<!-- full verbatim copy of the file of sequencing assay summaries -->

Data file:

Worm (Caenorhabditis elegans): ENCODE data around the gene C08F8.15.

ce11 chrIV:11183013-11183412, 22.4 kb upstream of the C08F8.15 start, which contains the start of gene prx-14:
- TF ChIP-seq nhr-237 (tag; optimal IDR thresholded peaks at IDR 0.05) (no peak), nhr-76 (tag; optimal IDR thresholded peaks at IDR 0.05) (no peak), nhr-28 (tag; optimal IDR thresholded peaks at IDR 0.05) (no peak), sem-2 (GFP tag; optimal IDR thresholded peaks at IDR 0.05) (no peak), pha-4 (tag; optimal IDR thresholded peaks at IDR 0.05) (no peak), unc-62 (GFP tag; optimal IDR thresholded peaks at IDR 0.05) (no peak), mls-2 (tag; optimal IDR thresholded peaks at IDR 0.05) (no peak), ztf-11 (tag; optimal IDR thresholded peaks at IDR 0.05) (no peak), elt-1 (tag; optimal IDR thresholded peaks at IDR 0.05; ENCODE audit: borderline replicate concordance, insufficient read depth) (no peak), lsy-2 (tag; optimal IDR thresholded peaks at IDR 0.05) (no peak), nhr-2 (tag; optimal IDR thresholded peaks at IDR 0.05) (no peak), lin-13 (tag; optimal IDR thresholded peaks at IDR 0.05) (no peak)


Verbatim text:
Worm (Caenorhabditis elegans): ENCODE data around the gene C08F8.15.

ce11 chrIV:11183013-11183412, 22.4 kb upstream of the C08F8.15 start, which contains the start of gene prx-14:
- TF ChIP-seq nhr-237 (tag; optimal IDR thresholded peaks at IDR 0.05) (no peak), nhr-76 (tag; optimal IDR thresholded peaks at IDR 0.05) (no peak), nhr-28 (tag; optimal IDR thresholded peaks at IDR 0.05) (no peak), sem-2 (GFP tag; optimal IDR thresholded peaks at IDR 0.05) (no peak), pha-4 (tag; optimal IDR thresholded peaks at IDR 0.05) (no peak), unc-62 (GFP tag; optimal IDR thresholded peaks at IDR 0.05) (no peak), mls-2 (tag; optimal IDR thresholded peaks at IDR 0.05) (no peak), ztf-11 (tag; optimal IDR thresholded peaks at IDR 0.05) (no peak), elt-1 (tag; optimal IDR thresholded peaks at IDR 0.05; ENCODE audit: borderline replicate concordance, insufficient read depth) (no peak), lsy-2 (tag; optimal IDR thresholded peaks at IDR 0.05) (no peak), nhr-2 (tag; optimal IDR thresholded peaks at IDR 0.05) (no peak), lin-13 (tag; optimal IDR thresholded peaks at IDR 0.05) (no peak)